While taking the bus between Heuston station and my hotel near the Grand Canal on the edge of Ballsbridge I spotted that that there were a couple of exhibitions on at the National Library of Ireland – one about the 1913 Lockout and another about WB Yeats. I decided to visit them on my last day in Dublin.
They were both good. The W B Yeats exhibition was in the main building, which was architecturally interesting in it’s own right.
I don’t know a great deal about Yeats, but like some of his poetry. So I found out quite a lot about him from the exhibition. (There’s also an Online version )
Yeats was a major figure in Irish Literary history – associated with the Irish Literary Revival, one of the founders of the Abbey Theatre and was awarded In the Nobel Prize in Literature in 1923. He had a life-long infatuation with Maud Gonne who inspired many of his poems. A supporter of Irish independence, he served as a Senator for 6 years from 1922, on the foundation of the Irish Free State. Interested in Irish myths and legends he dabbled in mysticism, spiritualism, occultism and astrology. All of these facets of his life were covered by the exhibition.
During the 1920’s and 1930’s he expressed sympathy and support for fascist ideas and regimes. This was discussed by George Orwell in an article published in the literary journal Horizon in 1943. But there was no mention of this in the exhibition. This aspect of his character makes me feel uneasy, especially as I like a number of his poems. Reconciling work you admire with the views or acts of the artist isn’t always easy.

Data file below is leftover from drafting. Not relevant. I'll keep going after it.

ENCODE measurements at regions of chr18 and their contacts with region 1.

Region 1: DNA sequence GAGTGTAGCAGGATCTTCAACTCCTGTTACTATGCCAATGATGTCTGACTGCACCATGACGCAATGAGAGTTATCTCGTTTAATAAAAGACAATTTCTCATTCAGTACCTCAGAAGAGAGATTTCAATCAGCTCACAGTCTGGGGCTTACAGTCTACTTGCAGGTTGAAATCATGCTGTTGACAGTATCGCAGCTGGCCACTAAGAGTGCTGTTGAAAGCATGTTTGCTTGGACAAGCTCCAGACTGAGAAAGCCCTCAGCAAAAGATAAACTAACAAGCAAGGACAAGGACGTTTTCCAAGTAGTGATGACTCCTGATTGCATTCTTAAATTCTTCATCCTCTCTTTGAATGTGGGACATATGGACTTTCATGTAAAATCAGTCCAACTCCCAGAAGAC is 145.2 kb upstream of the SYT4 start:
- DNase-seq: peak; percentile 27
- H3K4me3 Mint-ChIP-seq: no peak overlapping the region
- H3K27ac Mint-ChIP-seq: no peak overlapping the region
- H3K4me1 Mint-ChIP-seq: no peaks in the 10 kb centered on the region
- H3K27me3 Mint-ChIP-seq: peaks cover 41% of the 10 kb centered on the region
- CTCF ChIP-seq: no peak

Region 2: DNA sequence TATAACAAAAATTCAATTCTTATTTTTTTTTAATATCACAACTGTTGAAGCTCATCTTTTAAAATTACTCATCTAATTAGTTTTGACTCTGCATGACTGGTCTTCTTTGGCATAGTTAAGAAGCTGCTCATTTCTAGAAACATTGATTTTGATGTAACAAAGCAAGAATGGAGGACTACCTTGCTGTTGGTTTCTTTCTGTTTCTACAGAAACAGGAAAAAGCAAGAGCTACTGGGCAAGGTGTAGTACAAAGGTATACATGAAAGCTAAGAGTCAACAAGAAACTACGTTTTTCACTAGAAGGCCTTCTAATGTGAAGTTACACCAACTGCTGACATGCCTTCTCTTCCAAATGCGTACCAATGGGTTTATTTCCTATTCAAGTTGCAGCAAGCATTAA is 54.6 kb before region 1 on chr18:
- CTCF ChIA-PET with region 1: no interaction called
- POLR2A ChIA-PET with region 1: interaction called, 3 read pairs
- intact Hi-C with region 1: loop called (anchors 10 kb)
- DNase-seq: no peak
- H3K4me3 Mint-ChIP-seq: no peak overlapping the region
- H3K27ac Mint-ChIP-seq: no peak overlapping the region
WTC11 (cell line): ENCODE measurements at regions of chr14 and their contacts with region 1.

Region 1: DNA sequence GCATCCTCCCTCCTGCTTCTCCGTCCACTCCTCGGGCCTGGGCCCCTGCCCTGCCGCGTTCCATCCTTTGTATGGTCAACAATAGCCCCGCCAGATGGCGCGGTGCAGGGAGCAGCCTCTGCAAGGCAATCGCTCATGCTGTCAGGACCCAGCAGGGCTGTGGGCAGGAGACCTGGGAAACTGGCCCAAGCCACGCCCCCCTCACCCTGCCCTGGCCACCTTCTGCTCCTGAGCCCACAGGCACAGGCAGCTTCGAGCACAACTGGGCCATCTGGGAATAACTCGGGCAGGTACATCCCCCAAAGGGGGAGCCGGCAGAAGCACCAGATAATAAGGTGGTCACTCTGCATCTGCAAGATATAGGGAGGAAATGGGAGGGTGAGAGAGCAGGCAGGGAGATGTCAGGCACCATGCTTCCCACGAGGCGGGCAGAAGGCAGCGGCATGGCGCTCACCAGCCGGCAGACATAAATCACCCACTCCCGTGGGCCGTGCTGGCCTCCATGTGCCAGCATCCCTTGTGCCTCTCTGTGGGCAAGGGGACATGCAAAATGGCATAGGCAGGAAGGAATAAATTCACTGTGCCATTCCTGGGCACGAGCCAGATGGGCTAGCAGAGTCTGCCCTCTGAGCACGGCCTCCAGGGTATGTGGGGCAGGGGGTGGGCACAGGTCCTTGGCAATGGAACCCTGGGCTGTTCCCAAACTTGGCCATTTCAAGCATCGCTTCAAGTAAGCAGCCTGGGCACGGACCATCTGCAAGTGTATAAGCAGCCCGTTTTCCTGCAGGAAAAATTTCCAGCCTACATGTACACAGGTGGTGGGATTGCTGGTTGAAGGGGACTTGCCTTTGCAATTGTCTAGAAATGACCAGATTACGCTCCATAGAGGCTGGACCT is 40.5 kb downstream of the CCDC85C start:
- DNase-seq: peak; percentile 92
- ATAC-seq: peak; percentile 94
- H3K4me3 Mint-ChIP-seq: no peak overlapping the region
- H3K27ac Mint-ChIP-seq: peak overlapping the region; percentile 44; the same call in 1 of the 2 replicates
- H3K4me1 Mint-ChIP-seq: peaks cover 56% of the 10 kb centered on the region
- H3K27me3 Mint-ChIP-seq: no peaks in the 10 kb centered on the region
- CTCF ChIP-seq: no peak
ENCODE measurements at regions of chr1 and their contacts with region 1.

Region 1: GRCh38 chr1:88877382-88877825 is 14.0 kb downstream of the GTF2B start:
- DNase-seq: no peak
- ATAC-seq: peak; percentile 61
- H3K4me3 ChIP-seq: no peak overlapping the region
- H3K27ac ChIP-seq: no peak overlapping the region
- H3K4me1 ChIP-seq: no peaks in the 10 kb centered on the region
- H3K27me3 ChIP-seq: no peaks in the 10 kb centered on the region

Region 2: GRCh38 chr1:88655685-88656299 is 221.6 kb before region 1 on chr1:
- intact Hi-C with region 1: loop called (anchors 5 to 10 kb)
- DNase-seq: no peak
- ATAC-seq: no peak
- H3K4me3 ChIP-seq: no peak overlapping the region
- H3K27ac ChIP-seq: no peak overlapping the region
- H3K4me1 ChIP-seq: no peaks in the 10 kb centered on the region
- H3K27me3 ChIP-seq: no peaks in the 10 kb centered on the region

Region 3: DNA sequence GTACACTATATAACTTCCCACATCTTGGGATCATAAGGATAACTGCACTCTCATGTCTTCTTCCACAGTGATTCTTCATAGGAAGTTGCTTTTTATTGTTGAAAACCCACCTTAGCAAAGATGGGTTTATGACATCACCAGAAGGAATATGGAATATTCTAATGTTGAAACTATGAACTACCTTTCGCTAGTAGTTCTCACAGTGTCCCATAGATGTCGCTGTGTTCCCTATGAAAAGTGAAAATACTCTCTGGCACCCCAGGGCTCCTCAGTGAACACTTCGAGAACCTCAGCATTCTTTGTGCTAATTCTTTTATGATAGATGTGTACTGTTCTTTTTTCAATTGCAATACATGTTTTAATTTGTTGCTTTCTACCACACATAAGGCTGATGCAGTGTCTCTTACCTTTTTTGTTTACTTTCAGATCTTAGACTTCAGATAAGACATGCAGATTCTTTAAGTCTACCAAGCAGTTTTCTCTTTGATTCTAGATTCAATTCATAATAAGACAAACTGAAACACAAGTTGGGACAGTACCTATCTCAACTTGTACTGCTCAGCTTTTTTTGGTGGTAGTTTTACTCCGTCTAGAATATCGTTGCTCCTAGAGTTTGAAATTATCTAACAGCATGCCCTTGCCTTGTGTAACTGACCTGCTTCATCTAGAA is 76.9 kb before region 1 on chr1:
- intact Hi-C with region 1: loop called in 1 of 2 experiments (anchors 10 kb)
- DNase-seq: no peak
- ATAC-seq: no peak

Close to the entrance there was a multimedia area where visitors could sit and listen to recordings of some of his more well known poems read by personalities Seamus Heaney and Sinead O’Connor and one by Yeats himself. The words being spoken were projected onto a screen along with relevant images. It was very well done, I thought.
I’ll finish with one of his poems which was featured in this display, a favourite of mine.
He Wishes For The Cloths Of Heaven
Had I the heavens’ embroidered cloths,
Enwrought with golden and silver light,
The blue and the dim and the dark cloths
Of night and light and the half-light,
I would spread the cloths under your feet:
But I, being poor, have only my dreams;
I have spread my dreams under your feet;
Tread softly because you tread on my dreams.